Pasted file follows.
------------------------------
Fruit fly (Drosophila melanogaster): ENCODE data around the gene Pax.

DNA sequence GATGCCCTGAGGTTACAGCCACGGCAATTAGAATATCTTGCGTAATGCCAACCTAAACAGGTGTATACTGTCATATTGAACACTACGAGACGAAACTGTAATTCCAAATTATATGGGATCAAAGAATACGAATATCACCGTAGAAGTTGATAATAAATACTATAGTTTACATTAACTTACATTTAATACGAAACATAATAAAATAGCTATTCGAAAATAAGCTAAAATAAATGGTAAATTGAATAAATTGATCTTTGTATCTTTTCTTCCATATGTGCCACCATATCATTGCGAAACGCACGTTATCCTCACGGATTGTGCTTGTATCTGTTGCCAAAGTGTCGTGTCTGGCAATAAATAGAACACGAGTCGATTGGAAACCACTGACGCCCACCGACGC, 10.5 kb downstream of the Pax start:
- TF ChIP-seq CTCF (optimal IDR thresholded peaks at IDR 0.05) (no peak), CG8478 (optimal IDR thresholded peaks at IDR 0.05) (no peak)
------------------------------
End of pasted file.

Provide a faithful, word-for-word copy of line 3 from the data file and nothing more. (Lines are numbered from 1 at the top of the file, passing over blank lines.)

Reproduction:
- TF ChIP-seq CTCF (optimal IDR thresholded peaks at IDR 0.05) (no peak), CG8478 (optimal IDR thresholded peaks at IDR 0.05) (no peak)